Today, during the Virtual American College of Cardiology (ACC) event (28–30 March, Central Time), Naveen L Pereira (Mayo Clinic, Rochester, USA) told the online audience that using genetic testing to guide antiplatelet therapy after percutaneous coronary intervention (PCI) does not reduce the 12-month incidence of ischaemic events by 50%—the prespecified goal of the TAILOR PCI (Tailored antiplatelet initiation to lessen outcomes due to decreased clopidogrel response after PCI) trial—compared with usual therapy (no genetic testing). However, genotype-guided therapy was associated with a 34% reduction at one year.
Speaking via video, Pereira said that clopidogrel, following a PCI procedure, was “the most widely prescribed P2Y12 inhibitor” but added its effectiveness may be reduced in patients who are CYP2C19 loss of function carriers. He explained that patients with this genotype are not able to fully metabolise clopidogrel, which potentially means they may not receive any benefit from the drug and, thus, may be at increased risk of ischaemic events. Furthermore, Pereira observed that up to 30% of people—rising to 50% in people of Asian heritage—in the USA may have this genotype and, therefore, may be suitable candidates for an alternative antiplatelet agent (such a ticagrelor). Indeed, the US Food and Drug Administration (FDA) labelling for clopidogrel has a black box warning to highlight the need for alternative therapy for patients with the genotype.
Therefore, the aim of TAILOR PCI was to provide an answer to the question “does identifying loss of function of CYP2C19 carriers and altering P2Y12 inhibitor therapy based on CYP2C19 genotype reduce ischaemic outcomes in the first 12 months after PCI?”.
Patients, including those with acute coronary syndromes and stable disease, scheduled for PCI were randomised to undergo genotype-guided therapy or conventional therapy. In the genotype group (2,641), those who tested positive for CYP2C19 *2/3* carrier were prescribed ticagrelor after PCI whereas those tested negatively were prescribed clopidogrel. All patients in the conventional therapy group (2,635) were prescribed clopidogrel. At 12 months, both groups underwent TaqMan genotyping. Pereira et al then compared (in the primary analysis cohort) outcomes of CYP2C19 *2/3* carrier patients (903) in the genotype-guided therapy group with those in the conventional therapy group (946).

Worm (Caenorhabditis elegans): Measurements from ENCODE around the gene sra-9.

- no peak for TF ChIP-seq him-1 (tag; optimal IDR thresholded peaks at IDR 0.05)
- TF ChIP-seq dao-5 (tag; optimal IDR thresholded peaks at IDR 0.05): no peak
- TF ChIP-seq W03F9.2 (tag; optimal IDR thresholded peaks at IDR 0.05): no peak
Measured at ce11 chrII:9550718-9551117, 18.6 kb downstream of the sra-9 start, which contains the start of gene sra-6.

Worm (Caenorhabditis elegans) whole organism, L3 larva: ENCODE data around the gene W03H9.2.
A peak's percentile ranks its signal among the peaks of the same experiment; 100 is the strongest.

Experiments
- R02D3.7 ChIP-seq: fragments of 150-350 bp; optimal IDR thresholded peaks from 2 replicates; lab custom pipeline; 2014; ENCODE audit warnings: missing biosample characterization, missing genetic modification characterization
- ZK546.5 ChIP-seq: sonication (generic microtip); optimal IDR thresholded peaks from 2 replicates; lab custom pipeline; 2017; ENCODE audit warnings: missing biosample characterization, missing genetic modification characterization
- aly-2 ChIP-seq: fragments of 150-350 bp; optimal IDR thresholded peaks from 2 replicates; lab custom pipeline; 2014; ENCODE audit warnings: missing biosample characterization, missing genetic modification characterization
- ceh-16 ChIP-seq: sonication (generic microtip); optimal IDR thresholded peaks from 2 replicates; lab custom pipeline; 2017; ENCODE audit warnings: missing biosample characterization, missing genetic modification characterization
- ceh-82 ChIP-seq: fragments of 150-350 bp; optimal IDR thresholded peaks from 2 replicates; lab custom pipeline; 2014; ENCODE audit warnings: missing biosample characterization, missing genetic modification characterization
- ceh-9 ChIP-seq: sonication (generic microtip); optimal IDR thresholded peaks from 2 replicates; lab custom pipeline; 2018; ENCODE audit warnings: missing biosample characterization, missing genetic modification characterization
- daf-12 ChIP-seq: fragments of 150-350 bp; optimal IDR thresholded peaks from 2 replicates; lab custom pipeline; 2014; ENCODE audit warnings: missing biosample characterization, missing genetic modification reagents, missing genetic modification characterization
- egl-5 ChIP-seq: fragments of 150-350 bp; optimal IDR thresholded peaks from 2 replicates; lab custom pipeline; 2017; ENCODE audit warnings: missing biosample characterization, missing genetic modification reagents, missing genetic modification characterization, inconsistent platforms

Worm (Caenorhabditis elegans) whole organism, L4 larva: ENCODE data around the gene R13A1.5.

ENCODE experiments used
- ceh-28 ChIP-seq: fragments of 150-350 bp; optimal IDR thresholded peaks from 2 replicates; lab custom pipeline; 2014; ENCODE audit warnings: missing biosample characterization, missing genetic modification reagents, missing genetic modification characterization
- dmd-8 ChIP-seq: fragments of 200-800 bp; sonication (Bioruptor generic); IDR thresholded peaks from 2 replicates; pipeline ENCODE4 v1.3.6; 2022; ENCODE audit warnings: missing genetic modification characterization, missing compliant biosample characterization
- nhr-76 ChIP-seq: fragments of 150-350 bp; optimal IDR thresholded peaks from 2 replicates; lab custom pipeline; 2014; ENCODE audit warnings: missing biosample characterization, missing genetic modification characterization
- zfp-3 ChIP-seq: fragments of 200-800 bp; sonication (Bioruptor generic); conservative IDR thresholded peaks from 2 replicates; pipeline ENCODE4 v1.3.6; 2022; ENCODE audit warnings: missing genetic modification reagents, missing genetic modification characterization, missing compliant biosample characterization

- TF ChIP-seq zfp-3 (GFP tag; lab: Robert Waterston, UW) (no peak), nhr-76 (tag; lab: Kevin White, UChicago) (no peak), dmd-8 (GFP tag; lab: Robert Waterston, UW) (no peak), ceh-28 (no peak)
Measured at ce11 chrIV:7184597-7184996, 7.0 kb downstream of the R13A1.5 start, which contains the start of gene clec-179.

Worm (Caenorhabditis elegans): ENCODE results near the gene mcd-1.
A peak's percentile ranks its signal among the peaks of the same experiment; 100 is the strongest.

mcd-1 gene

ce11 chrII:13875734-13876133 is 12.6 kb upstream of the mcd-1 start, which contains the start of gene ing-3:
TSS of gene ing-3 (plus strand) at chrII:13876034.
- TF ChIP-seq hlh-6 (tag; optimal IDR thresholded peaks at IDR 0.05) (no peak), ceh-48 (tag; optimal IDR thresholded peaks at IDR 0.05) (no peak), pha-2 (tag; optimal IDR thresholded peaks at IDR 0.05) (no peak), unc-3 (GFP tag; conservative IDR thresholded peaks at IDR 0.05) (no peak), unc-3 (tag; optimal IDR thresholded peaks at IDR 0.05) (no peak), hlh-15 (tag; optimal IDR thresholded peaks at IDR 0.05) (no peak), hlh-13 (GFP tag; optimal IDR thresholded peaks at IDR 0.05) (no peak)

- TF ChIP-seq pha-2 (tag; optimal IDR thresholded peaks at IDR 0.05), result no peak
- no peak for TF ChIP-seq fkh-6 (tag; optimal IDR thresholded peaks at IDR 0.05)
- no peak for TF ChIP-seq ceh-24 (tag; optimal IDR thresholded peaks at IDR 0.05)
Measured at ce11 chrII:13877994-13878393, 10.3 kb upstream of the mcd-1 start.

The primary endpoint of the study was the composite of cardiovascular death, myocardial infarction, stroke, definite or probable stent thrombosis, and severe recurrent ischaemia within one year of the index PCI. Pereira commented that, in the statistical analysis, he and his colleagues assumed an event rate of 6% in the conventional therapy patients (who received clopidogrel) and an event rate of 6% in the genotype-guided therapy group (who received ticagrelor) “with a minimum detectable hazard ratio of 0.5 with 85% power”.
At one year, the primary endpoint occurred in 4% of patients in the genotype-guided therapy group vs. 5.9% in the conventional therapy group. This meant that genotype-guided therapy was associated with a non-significant 34% relative risk reduction in ischaemic events—meaning that TAILOR PCI did not meet its primary endpoint (which hypothesised that there would be a 50% reduction). However, a prespecified sensitivity analysis showed a statistically significant 40% reduction in the total number of events per patient receiving genotype-guided treatment compared with patients who received standard treatment. Additionally, a post-hoc analysis suggested that the benefit of genotyope-guided therapy is greatest within the first three months, with a nearly 80% reduction in ischaemic events compared with conventional therapy. The rates of bleeding were similar between groups.
Pereira commented: “Although these results fell short of the effect size that we predicted, they nevertheless provide a signal that offers support for the benefit of genetically guided therapy, with approximately one-third fewer adverse events in the patients who received genetically guided treatment compared with those who did not.” He added that, as the first three months after PCI is when patients are most at risk of ischaemic events, the observed 80% reduction “suggests that the lion’s share of the benefit of genetically guided therapy may occur during this high-risk period. Because this was not a pre-planned analysis, we cannot draw firm conclusions from it, but it merits further study.”
Panellist Roxana Mehran (The Zena and Michael A. Wiener Cardiovascular Institute, Icahn School of Medicine at Mount Sinai, New York, USA), again via video, commented: “This trial once again shows us that these guided treatments do give us guidance but still they could be a marker of higher risk patient population.” She added that TAILOR PCI was an “excellent study” and a “very informative” one.
The COVID-19 pandemic led to the ACC Annual Scientific Session Together with World Congress of Cardiology (ACC.20/WCC) being cancelled. The Virtual ACC is a free online event that streams the educational material, including late-breaking trials, that would have been presented at the ACC.20/WCC.